It was a game that really should have felt like something special for Minnesota United. In the end, however, it felt like something was stolen from them.
The club hosted their annual Pride Night at Allianz Field, with the home side wearing rainbow-patterned numbers and special recognitions of fans and community members before and during the match taking place. Even this celebration had something taken away: the supporters groups’ tifo, a large banner representing a multitude of hours of hard work, couldn’t be displayed because of structural problems due to an unfortunately angled wind.
On the field, the Loons enjoyed two momentous goals. Rookie Hassani Dotson, who has been starting as a fullback of late, scored a tremendous half-volley for his first career MLS goal — on his first ever shot to boot.
Later in the second half, attacking midfielder Kevin Molino scored his first goal in 456 days, solidifying his return from the ACL injury which took away nearly all of his 2018 season.
Despite all of this, the Loons fell 3-2 to the visiting Philadelphia Union, their first loss at Allianz Field.
“Guys put in so much work to get back into the game, we really felt like, when we got that equalizer, that we were going to find that goal and take three points,” said defender Brent Kallman. “We ended up getting nothing out of it.”
United did indeed put a lot of work into the match. The only problem was that the Union were constantly in the way.
Minnesota players shot the ball 29 times, but just 6 of those efforts ended up on target. Part of that, no doubt, was due to the cluster of Philadelphia defenders positioned between the ball and the goal. The visiting team blocked 15 shots over the course of the game, including 9 in the first half alone.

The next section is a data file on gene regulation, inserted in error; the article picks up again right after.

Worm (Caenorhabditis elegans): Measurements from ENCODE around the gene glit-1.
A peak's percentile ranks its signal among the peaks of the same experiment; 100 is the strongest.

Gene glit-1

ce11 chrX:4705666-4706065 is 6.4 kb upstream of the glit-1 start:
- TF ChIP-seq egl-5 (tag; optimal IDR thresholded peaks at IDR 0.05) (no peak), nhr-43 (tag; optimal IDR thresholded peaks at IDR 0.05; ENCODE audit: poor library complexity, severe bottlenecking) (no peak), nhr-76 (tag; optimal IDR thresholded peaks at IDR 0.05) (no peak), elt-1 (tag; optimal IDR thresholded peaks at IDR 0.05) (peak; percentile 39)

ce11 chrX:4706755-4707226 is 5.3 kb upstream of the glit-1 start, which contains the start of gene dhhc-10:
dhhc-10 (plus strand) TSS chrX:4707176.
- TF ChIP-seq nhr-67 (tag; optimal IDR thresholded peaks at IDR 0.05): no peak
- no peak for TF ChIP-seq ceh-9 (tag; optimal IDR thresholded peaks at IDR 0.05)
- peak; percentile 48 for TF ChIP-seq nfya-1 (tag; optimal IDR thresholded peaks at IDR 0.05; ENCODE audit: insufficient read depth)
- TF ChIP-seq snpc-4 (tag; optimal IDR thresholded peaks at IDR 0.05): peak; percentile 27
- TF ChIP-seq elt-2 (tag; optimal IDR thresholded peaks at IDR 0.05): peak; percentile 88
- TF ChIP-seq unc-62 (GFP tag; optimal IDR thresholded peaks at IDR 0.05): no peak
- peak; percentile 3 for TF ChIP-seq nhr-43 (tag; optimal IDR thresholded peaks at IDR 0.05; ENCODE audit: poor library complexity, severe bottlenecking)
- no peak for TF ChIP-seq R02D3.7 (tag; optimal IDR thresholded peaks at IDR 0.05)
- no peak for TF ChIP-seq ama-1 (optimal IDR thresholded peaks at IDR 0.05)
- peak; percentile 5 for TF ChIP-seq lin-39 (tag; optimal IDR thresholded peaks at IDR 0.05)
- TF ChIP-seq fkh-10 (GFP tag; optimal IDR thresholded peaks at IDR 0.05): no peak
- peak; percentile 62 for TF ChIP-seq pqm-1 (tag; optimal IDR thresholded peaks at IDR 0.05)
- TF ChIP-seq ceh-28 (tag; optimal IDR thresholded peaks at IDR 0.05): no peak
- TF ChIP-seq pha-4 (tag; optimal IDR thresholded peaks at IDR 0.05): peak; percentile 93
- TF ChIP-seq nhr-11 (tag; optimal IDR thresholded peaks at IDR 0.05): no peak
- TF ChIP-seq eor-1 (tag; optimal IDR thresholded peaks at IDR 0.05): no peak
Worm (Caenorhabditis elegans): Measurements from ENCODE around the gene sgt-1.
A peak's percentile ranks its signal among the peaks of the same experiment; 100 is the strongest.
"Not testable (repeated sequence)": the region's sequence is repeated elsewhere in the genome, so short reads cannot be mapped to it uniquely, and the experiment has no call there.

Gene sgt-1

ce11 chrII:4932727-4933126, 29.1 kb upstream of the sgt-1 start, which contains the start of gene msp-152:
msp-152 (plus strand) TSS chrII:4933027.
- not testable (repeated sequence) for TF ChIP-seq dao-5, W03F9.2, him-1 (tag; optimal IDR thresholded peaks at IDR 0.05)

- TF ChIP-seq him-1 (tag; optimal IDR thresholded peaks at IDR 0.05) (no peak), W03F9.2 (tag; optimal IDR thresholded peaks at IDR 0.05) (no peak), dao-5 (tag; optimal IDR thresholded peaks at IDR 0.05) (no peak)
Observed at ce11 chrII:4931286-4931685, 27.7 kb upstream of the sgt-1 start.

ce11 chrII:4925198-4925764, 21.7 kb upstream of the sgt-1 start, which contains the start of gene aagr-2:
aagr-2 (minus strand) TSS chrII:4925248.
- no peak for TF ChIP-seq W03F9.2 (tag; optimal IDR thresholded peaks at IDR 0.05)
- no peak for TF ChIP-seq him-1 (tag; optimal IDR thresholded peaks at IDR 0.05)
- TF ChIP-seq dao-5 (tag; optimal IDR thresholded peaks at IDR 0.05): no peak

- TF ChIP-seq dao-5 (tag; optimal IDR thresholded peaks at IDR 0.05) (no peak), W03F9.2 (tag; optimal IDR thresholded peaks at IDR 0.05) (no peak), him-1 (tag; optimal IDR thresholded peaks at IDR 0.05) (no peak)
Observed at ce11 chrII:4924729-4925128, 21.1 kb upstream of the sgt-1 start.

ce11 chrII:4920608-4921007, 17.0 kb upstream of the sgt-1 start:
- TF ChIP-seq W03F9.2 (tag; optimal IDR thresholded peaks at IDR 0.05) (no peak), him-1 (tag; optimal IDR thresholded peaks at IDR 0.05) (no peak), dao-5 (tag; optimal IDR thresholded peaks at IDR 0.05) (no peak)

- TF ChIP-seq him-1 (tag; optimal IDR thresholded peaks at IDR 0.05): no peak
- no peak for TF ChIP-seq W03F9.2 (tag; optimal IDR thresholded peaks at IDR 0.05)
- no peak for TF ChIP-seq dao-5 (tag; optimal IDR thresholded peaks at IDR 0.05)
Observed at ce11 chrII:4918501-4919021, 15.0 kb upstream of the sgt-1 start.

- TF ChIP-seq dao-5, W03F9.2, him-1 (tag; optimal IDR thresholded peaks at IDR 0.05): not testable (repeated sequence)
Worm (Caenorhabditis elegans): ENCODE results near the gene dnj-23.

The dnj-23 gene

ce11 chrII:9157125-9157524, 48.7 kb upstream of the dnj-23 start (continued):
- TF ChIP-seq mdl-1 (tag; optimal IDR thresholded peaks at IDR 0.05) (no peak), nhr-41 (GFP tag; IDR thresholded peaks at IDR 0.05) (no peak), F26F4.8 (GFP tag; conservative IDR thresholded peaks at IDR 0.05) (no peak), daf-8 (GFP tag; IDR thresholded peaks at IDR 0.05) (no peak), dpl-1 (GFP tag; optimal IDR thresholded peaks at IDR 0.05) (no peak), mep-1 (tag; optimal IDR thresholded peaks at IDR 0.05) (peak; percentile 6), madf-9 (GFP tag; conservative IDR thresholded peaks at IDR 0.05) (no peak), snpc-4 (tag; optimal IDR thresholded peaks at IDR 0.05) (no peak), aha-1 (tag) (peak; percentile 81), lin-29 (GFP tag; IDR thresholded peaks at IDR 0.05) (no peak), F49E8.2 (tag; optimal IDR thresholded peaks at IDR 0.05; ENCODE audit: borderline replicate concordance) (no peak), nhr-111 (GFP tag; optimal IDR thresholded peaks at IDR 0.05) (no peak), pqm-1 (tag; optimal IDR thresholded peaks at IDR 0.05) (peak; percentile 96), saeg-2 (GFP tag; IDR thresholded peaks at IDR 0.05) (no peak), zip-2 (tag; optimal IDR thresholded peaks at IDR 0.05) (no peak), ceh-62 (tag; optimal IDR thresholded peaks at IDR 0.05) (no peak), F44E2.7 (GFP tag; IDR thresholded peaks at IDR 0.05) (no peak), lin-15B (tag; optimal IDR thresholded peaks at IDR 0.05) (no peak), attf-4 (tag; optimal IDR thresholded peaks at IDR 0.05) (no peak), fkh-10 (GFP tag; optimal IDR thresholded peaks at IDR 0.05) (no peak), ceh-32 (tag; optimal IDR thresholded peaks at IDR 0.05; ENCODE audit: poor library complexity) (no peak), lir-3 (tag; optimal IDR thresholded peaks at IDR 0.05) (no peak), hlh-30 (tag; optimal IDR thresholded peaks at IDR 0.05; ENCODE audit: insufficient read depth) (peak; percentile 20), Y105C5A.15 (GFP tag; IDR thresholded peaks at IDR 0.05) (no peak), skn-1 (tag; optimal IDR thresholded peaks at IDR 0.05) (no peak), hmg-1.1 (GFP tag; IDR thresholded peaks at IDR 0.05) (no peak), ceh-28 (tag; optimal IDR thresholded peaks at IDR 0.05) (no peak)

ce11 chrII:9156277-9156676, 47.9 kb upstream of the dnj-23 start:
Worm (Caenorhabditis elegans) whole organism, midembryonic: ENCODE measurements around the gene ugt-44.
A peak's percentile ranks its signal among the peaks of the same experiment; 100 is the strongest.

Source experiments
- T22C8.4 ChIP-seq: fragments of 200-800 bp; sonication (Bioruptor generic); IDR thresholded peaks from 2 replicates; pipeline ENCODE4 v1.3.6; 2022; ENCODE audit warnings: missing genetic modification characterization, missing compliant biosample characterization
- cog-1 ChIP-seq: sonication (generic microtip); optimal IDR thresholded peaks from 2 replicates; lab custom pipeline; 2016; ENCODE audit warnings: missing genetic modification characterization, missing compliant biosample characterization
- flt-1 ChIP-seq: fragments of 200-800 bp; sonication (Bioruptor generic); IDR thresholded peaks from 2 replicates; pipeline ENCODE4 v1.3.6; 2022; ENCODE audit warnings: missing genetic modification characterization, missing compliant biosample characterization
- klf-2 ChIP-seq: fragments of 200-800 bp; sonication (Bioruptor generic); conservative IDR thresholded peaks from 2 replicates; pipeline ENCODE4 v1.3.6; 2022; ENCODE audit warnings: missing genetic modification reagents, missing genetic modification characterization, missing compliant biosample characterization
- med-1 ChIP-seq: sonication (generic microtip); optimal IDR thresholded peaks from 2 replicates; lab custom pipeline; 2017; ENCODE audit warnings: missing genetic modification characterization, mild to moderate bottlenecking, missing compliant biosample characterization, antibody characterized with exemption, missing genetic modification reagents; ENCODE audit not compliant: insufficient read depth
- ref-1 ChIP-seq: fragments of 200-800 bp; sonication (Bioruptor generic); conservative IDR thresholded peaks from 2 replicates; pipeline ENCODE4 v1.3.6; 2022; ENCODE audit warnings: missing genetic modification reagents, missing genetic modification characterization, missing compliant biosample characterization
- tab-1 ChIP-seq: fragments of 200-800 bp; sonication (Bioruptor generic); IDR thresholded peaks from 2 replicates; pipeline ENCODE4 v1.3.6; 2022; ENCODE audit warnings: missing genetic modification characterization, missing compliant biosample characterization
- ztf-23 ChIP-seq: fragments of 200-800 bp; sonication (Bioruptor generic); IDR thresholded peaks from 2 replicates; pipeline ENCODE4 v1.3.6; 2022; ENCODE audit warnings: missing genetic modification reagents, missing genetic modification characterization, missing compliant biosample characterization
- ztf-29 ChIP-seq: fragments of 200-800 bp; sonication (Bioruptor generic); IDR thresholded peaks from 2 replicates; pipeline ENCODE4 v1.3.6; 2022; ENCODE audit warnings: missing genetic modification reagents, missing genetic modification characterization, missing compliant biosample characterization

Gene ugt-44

“That’s great defending,” said Minnesota manager Adrian Heath. “I thought some of their last-ditch defending was of the highest order — throwing their bodies on the line to stop goal-bound shots.”
Robbed of their ability to finish, the Loons attack suffered another unfortunate result. Darwin Quintero, subbed out in the 69th minute on Sunday, has now gone more than 500 minutes without scoring a goal, and hasn’t played a full match since April 24th.
“We’ve got to better in front of goal,” stated Kallman.
Heath saw some improvement in the attack, and also recognizes that his team won’t have 15 shots blocked very often. “If we play like that, we will win a lot more than we’ll lose,” he said.
Throughout the game, fans were often sending boos raining down on the Allen Chapman, the game’s referee. Chapman gave the Union an early penalty in the 17th minute, calling Brent Kallman for stepping on Sergio Santos inside the box.
Kallman admitted that the call was justified. “I was so confident that I was going to clear [the ball] that I actually took a peek to see who I was going to clear it to and in that half-second I slowed down,” he explained. “I did make contact.”
The accuracy of that call did nothing to placate the fans, however. “I thought they were very, very good at, shall we say, being professional: knowing when to stay down,” commented Heath. “I thought it broke the flow of the game, when we had the energy fo the crowd going.”
Philadelphia players’ tendencies to hit the deck at the slightest contact wore on Minnesota’s players, as did some of Chapman’s game management. “I told him hey, my jersey [is ripped], he’s grabbing me. And he tells me I can’t talk to him … with ‘that attitude,’” said Kallman. “Are you kidding me? I can’t have a discussion with you because I’m on a yellow card? That’s ridiculous. So I didn’t really like his demeanor towards me at all.”
Chapman was a soccer player himself, years ago. Still, Kallman wouldn’t go so far as to say the game was called poorly. “It didn’t feel like [it was fair] in the moment. That’s going to happen. They have a tough job,” he said.
Minnesota are away to the Colorado Rapids next Saturday.